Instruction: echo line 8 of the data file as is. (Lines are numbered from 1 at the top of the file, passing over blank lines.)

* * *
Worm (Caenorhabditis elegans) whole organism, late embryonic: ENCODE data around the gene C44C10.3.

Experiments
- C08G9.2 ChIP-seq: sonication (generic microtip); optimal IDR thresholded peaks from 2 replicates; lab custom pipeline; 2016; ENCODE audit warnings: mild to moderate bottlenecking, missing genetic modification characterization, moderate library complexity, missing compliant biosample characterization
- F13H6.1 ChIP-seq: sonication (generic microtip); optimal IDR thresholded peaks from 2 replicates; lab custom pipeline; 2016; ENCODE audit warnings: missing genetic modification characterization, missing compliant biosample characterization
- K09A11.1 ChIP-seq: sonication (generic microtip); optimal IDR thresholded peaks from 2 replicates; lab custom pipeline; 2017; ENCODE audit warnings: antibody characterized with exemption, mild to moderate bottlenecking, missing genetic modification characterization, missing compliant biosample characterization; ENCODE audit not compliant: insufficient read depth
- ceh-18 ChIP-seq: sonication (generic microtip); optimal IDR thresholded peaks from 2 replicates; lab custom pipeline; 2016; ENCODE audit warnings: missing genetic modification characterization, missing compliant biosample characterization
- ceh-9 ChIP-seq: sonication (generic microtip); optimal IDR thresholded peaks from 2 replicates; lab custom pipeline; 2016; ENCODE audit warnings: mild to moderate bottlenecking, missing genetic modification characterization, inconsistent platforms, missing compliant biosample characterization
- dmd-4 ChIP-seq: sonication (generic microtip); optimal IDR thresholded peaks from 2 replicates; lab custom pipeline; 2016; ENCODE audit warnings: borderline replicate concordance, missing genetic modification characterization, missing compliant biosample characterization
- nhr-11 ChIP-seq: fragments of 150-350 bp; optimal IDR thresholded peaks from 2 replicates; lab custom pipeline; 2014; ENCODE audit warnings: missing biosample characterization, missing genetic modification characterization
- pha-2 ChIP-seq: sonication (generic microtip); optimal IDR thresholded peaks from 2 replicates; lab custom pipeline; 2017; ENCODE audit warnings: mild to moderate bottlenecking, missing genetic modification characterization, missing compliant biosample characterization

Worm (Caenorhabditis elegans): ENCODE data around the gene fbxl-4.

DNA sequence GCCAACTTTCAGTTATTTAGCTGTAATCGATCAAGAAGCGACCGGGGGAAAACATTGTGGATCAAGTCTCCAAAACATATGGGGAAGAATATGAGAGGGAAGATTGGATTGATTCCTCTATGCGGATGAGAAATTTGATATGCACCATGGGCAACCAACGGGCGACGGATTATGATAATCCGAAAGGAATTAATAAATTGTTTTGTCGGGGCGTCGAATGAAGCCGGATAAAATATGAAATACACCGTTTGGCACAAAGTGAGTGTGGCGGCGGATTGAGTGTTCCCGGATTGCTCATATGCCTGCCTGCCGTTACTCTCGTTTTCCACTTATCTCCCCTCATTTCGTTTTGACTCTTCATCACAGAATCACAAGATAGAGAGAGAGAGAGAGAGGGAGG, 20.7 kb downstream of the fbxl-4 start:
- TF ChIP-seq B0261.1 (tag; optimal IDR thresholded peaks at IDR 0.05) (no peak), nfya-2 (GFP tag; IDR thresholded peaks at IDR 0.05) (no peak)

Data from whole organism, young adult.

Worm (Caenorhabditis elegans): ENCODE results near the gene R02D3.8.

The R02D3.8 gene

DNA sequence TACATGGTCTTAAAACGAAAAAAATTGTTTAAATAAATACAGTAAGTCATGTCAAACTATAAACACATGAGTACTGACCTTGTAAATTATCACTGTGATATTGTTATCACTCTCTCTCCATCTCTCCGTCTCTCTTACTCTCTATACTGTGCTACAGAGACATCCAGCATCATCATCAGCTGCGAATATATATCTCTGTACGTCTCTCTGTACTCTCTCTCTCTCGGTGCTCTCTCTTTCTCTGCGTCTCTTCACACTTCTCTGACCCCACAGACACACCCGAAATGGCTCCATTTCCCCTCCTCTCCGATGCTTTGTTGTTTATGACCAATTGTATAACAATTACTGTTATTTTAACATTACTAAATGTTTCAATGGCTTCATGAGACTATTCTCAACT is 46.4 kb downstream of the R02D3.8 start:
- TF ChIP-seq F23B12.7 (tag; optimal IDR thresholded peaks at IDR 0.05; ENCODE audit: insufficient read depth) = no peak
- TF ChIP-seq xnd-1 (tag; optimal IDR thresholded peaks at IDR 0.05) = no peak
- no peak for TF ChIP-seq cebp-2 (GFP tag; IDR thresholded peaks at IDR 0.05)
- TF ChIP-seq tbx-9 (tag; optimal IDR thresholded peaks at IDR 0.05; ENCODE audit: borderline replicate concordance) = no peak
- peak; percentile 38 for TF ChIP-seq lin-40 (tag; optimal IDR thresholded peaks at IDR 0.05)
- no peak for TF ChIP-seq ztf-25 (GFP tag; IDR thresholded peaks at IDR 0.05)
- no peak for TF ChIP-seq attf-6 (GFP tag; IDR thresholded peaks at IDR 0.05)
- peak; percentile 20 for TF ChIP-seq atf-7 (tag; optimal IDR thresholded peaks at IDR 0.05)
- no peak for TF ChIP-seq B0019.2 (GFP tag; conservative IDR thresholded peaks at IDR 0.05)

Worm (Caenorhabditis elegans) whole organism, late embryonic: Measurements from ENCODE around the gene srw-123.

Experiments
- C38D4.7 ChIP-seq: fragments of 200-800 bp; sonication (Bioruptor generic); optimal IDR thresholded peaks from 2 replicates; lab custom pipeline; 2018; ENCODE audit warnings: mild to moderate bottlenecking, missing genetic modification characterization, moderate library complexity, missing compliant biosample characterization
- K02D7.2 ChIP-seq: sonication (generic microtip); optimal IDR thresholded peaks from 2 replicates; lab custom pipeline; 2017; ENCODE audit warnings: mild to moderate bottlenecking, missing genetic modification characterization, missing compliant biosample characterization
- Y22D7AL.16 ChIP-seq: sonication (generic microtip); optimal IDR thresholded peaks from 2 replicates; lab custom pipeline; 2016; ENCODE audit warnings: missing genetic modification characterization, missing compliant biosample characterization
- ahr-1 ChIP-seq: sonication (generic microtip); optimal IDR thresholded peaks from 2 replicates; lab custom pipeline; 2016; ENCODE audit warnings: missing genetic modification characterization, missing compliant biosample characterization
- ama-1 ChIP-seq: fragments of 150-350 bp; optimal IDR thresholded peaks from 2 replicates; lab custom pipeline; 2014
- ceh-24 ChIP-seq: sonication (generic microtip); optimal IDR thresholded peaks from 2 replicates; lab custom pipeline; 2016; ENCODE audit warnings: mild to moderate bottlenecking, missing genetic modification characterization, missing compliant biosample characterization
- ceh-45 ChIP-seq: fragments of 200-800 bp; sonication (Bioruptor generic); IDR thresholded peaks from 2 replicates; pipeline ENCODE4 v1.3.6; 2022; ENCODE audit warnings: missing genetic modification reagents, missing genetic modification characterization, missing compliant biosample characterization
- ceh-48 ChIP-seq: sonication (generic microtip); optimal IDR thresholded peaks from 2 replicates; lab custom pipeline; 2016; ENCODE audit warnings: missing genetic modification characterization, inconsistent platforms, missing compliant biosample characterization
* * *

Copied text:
- dmd-4 ChIP-seq: sonication (generic microtip); optimal IDR thresholded peaks from 2 replicates; lab custom pipeline; 2016; ENCODE audit warnings: borderline replicate concordance, missing genetic modification characterization, missing compliant biosample characterization